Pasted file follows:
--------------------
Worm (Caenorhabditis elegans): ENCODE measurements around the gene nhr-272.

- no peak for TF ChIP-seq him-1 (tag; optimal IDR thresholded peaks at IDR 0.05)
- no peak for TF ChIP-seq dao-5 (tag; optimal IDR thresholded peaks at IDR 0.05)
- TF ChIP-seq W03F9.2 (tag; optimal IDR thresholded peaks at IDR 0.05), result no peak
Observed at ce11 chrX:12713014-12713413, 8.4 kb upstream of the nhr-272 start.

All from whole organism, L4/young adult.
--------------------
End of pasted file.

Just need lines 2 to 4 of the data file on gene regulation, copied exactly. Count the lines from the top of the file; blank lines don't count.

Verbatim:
- no peak for TF ChIP-seq him-1 (tag; optimal IDR thresholded peaks at IDR 0.05)
- no peak for TF ChIP-seq dao-5 (tag; optimal IDR thresholded peaks at IDR 0.05)
- TF ChIP-seq W03F9.2 (tag; optimal IDR thresholded peaks at IDR 0.05), result no peak